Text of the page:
Pumps Under Pressure: Investigations, strong storms raise stakes

Aerial view of 17th Street outfall canal, interim closure structure, from July 2007.
Aerial view of 17th Street outfall canal, interim closure structure, from July 2007.
USACE/New Orleans

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We continue a story today about hurricane protection equipment, pumps installed in New Orleans after Katrina. A Los Angeles-based Corps engineer says they won’t protect the city in a major storm. To this day no public records indicate that these pumps will work as designed. KPCC’s Molly Peterson reports on how the U.S. Army Corps of Engineers and other federal agencies have listened to this whistleblower’s concerns.

Molly Peterson: As the first hurricane season after Katrina began, University of Maryland civil engineer Ed Link headed a task force the Army Corps hired to investigate what had failed before.

Ed Link: A hurricane protection system is a series system. It’s only as good as its weakest link.

Peterson: Weeks earlier, regional Army Corps officials supervising New Orleans had sent a team to check on one link: hydraulic pumps that Corps engineer Maria Garzino had seen fail in tests. That team agreed the pumps weren’t tested right in Florida. That wasn’t good enough for Garzino.

Maria Garzino: I sent repeated requests. Dozens and dozens. I tried to explain why they needed to listen, why they needed to do forensic investigation of the pumping equipment because it was defective.

Peterson: At Army Corps headquarters, Assistant Army Secretary John Paul Woodley pressed for more, too: a full project audit, from outside Louisiana’s Corps office. That audit said that Corps officials didn’t know how much water the new pumps could move out of the city almost a year after Katrina.

In New Orleans three years ago, a Corps project manager named Chris Gilmore talked of another kind of pressure he and other engineers felt as they tried to meet the deadline for hurricane season.

Chris Gilmore: When we realized we were not going to make June, I mean, it was a kick. But we pull ourselves up and keep on going. We live here and it’s our city and we want to do what we can to make it safe for our families.

Garzino: When you get up every morning, what makes you feel secure? For all of us, it comes down to my government has thought about this enough, has taken measures, and will respond accordingly.

Peterson: An engineer quoted in the memo delivered to Corps headquarters said: we were at war. Garzino said that working in New Orleans did remind her of a war zone. That made her feel responsible for the people she saw flooded out of their homes.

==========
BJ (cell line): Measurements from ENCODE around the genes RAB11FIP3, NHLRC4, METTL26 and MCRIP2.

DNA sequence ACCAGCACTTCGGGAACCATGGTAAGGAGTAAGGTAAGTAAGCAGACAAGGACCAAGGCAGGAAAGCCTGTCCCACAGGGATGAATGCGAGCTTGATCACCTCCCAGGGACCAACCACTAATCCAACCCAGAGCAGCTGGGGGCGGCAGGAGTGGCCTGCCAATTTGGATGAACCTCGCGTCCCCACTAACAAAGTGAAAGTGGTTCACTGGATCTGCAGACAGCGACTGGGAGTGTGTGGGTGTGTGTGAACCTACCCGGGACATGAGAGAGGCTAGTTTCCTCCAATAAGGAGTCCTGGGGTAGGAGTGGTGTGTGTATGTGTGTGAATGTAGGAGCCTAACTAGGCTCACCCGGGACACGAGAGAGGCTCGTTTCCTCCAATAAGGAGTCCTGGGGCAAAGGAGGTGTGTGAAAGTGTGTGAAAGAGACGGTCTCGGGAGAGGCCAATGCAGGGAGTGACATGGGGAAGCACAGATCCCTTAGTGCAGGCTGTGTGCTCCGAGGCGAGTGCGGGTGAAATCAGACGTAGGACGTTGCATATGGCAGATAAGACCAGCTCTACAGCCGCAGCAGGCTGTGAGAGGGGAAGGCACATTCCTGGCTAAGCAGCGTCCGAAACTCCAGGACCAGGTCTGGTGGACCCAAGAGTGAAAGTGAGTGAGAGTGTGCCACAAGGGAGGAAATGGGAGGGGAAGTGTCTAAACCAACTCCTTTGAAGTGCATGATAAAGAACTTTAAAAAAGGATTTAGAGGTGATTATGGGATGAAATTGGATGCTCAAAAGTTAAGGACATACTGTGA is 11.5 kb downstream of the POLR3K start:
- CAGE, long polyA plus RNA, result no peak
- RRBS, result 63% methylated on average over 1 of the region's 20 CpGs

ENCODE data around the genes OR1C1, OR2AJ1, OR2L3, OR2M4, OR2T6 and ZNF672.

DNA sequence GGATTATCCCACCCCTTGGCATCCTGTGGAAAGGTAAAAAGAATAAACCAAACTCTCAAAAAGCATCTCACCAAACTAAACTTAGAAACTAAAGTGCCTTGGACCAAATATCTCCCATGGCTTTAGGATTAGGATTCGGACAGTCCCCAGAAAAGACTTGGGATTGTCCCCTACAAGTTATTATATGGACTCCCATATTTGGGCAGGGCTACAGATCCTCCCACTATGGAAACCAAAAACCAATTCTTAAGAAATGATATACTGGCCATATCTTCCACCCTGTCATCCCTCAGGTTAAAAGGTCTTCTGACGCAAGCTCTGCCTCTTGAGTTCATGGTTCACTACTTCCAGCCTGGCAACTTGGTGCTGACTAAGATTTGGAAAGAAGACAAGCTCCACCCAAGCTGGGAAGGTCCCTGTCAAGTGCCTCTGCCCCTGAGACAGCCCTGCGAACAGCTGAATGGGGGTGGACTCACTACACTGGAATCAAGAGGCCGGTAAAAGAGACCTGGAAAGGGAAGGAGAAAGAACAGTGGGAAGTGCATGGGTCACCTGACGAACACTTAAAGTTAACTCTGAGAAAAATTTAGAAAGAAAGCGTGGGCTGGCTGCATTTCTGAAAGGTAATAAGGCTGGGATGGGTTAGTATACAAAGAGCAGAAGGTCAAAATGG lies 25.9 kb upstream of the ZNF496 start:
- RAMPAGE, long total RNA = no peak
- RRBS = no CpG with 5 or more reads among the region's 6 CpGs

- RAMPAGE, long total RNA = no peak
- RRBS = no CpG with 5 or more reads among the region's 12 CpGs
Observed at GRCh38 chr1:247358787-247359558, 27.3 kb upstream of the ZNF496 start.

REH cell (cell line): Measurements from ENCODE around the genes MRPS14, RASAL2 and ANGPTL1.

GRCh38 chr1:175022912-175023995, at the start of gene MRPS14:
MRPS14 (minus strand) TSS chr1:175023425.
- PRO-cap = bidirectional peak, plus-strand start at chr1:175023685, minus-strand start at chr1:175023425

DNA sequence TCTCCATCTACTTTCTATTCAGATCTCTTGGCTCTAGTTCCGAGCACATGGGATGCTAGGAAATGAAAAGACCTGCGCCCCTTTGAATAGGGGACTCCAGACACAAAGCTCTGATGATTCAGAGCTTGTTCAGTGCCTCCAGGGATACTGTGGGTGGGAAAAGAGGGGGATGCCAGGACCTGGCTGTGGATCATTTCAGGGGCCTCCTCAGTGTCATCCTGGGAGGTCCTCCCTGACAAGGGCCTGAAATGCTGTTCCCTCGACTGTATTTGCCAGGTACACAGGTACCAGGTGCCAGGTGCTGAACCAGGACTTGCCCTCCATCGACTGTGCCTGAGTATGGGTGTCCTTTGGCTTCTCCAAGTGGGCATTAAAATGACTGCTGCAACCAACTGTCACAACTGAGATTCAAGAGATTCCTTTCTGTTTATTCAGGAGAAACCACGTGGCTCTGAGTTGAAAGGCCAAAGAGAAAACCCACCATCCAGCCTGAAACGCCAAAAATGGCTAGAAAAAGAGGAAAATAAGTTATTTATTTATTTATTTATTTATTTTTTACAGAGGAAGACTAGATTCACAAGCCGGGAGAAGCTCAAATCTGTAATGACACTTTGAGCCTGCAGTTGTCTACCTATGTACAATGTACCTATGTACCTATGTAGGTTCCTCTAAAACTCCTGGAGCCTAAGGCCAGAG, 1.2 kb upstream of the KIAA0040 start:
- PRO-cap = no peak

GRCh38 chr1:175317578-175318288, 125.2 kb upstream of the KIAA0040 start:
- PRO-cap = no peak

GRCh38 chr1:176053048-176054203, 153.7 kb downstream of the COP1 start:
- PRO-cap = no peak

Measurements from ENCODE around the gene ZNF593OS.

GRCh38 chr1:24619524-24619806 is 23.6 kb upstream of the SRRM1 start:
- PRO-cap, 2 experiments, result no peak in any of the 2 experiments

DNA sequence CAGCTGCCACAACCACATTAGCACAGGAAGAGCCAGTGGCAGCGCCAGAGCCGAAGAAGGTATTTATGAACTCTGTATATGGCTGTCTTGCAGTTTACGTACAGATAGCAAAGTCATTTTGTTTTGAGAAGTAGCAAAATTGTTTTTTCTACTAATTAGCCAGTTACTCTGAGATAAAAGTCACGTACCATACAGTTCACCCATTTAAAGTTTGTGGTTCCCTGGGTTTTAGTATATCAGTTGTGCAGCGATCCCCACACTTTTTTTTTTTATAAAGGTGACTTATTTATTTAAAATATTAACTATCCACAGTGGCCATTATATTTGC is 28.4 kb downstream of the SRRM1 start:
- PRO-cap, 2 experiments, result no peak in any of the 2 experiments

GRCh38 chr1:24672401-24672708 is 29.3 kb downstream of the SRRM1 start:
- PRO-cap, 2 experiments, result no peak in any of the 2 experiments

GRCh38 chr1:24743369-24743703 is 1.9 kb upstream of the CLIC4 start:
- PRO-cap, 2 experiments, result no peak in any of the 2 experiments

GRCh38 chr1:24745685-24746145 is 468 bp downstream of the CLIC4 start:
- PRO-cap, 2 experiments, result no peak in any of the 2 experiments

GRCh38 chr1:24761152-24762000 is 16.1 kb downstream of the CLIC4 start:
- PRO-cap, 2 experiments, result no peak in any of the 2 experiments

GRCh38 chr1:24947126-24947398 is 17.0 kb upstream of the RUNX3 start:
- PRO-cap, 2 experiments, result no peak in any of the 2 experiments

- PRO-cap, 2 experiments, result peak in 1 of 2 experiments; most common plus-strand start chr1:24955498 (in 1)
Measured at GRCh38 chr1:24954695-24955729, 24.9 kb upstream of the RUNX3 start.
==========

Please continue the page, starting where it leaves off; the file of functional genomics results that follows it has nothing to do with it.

Garzino: When you see in someone’s eyes the complete loss – there isn’t anyone there, there isn’t anyone that’s been there recently, and there’s really no hope that they can latch on to – you want to do anything you can.

Peterson: Inquiries by the Corps and the General Accounting Office tried to lay to rest problems with the pumps. Finally, Garzino filed a whistleblower complaint with the U.S. Office of Special Counsel. That office to report back on her claims.

The response by Parsons, a consultant and contractor to the Corps, waved away Garzino’s complaints. Then last year, on the third anniversary of Katrina, the Office of Special Counsel reopened Garzino’s case. Attorney Jesselyn Radack of the Government Accountability Project represents Maria Garzino. She calls the special counsel’s action a big deal.

Jesselyn Radack: Here we have them taking the unprecedented step of reopening Maria’s case and another unprecedented step of hiring their own independent expert to evaluate Maria’s case. I’ve never seen that happen before and I think it speaks to the magnitude of what they’re blowing the whistle on and what she’s trying to fix.

Peterson: Also last fall, the strongest storms since Katrina brushed past New Orleans. Army Corps canal captain Ray Newman says that during hurricanes Ike and Gustav, he used the hydraulic pumps.

Ray Newman: For Gustav, the 17th Street canal, we ran all of our large pumps except for one.

Peterson: Records of the data collected during those pump runs tell a more complete story. HJ Bosworth is a consulting civil engineer in New Orleans, who works with the Corps watchdog group, Levees.org.

HJ Bosworth: The operators seemed to have their favorites and then ones they only used when they absolutely had to. The troubled pumps, they were only turned on and only in use in times of very high flow.

Peterson: Most pumps ran an average of less than two hours at minimal speeds. A few ran eight hours, the minimum the pumps would run in a Katrina-like event. But even those pumps didn’t run at full speed most of the time.

Also, they sit lower in the canal’s brackish water. The Corps’ Newman says that leads to faster corrosion and more maintenance – one of many reasons engineer Bosworth says the pumps’ design is inherently flawed.

Bosworth: Every component of the system is subject to failure.

Peterson: The independent engineering consultant for the Office of Special Counsel has agreed. His opinion, that this link in the hurricane protection system is weak, reached the White House and Congress in June. Neither has answered yet.